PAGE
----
|The Edmund Pettus house in Selma, Alabama
(a historic plaque now denotes its location) was built in 1853 and
survived the civil war. The extended family lived in the house
until the early 1960’s but by then the last generation of children had
moved away to separate lives. After being empty for a year, and
with no one to breathe life back into the house, it was sold to an
entrepreneur who took it apart piece by piece to use the clear pine
wood and hand-made chimney bricks for other purposes. Dismantling
was not a simple task because the home had been built with interlocking
pieces and no nails.*
Among many others, Laena Emmerich, currently living in Grass Valley, was raised in the house. Her grandmother Lanie Belle Anderson on her mother’s side lived there into old age. Laena’s full name is Laena Anderson Talmadge Humphrey Emmerich. In 1985 Laena and her second husband Harold Emmerich (first husband Ivan Humphrey died at a relatively young age) decided to build a miniature of the beloved Pettus House. The miniature is housed in the shelves of grandmother Anderson’s beautiful secretary. Harold built the structure of each of the eight inserts into the secretary shelves and Laena put together the intricately detailed interiors. They completed the project in three months, but of course Laena (known as Lanie to current friends) has been caring for details ever since.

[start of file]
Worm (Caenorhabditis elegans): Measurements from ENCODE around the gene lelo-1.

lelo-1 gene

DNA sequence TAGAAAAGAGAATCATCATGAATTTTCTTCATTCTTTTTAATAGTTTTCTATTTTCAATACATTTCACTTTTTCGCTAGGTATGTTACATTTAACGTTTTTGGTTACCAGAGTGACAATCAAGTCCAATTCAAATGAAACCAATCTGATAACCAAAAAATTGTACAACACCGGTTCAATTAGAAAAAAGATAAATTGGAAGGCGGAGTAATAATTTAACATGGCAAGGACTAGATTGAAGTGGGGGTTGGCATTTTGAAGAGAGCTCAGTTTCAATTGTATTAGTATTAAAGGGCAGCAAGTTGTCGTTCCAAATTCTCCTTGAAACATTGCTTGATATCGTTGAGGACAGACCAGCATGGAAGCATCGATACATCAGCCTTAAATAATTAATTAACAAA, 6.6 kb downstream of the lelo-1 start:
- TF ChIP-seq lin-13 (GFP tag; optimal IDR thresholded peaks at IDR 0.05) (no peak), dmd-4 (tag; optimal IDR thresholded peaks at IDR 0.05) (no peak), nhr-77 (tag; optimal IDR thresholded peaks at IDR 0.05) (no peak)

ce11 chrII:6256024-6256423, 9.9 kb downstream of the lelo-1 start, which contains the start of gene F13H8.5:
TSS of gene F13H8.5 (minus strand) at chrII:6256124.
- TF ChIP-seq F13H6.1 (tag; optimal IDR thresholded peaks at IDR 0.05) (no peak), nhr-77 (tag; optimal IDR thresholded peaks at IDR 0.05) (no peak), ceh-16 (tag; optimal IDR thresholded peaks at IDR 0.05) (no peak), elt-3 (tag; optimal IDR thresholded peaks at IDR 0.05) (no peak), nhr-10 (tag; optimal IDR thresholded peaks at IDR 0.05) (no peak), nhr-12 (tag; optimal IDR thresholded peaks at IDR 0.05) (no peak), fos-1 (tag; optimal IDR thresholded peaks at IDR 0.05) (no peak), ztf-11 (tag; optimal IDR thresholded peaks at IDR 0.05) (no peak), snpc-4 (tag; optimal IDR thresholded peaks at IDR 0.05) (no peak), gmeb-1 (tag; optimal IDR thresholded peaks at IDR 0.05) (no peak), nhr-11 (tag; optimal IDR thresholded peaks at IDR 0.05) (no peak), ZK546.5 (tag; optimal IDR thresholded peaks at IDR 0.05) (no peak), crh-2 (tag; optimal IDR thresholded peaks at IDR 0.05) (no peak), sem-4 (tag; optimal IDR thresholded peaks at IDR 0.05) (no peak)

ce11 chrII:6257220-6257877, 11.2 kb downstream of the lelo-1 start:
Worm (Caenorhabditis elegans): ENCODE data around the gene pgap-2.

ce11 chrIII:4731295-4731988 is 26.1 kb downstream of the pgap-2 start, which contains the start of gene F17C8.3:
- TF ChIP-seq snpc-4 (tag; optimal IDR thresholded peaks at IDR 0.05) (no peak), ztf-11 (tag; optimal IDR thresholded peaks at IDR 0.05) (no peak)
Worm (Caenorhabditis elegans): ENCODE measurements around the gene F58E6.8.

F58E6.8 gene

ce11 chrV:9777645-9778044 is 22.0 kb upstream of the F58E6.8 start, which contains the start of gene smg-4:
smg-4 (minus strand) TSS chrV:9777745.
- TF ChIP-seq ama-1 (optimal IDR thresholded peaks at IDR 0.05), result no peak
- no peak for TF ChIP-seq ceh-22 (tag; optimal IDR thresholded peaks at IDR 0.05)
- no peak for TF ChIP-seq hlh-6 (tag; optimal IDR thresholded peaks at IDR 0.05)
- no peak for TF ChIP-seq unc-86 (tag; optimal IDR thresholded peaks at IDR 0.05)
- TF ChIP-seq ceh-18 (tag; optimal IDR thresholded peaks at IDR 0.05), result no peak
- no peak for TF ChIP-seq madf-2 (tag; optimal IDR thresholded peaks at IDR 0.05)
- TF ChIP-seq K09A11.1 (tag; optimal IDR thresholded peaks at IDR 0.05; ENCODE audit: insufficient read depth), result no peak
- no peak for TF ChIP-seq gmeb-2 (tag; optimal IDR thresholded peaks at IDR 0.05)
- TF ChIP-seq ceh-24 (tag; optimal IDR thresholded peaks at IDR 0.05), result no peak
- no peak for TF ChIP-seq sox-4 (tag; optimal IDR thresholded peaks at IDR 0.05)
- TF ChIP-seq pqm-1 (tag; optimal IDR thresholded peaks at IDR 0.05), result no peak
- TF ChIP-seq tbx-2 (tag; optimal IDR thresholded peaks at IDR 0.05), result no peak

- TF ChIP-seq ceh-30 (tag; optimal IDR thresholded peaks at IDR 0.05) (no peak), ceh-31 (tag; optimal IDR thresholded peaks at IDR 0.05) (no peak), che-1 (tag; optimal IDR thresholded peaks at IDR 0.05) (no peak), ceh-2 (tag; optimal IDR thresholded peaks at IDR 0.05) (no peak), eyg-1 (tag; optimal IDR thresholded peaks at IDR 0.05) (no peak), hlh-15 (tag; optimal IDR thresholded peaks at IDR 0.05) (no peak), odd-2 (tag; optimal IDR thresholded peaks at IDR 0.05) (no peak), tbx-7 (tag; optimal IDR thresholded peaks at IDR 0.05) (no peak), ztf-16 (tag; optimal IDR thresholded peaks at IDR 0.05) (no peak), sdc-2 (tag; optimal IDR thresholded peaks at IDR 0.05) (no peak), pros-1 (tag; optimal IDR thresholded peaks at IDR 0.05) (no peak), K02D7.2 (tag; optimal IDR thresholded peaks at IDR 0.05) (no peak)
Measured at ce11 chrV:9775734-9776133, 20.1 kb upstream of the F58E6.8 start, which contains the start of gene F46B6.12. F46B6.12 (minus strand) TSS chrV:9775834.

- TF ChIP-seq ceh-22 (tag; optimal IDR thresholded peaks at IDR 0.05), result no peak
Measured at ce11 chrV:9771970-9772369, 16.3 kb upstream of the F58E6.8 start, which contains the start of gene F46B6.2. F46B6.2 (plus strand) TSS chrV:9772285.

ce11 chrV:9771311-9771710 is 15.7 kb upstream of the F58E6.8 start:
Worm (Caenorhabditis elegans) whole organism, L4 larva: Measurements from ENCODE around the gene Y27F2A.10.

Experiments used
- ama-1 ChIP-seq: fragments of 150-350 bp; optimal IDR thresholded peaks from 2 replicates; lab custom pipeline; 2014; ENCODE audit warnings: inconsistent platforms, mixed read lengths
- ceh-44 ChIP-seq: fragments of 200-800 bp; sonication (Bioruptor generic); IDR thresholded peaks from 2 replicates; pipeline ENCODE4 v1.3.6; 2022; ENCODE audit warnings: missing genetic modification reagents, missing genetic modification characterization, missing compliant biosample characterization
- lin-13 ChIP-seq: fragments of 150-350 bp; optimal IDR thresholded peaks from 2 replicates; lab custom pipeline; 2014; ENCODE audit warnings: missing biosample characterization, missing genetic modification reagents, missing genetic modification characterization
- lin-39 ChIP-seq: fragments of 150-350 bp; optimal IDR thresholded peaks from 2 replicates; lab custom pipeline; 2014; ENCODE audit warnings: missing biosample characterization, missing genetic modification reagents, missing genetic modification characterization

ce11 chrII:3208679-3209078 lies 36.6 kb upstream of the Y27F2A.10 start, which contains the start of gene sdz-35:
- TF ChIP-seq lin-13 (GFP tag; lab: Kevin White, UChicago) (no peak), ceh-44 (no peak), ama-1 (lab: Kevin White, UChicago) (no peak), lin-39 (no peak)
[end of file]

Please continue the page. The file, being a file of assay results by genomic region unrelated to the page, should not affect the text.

You will see in the video below that Laena carefully replicated each item in the mansion, including wallpaper and wall hangings, rugs, lamps and sconces, table settings with food and silverware, tools like ice tongs, furniture including a classic ice box and Roper stove, dolls that closely represent members of the family, and all the decorations and toys of a Christmas season.
Be sure to click out to full screen when playing the video.
*Loss of this unique and beautiful house led to a movement in Selma to preserve surviving historic houses as part of Selma heritage, much as a similar and hugely successful movement began in Savannah, Georgia at about the same time. However, success in promoting tourism never approached that of Savannah because of the publicity surrounding the civil rights incident at the Edmund Pettus Bridge in Selma. By contrast, Selma became a Mecca for those celebrating the civil rights movement and took on a completely different complexion.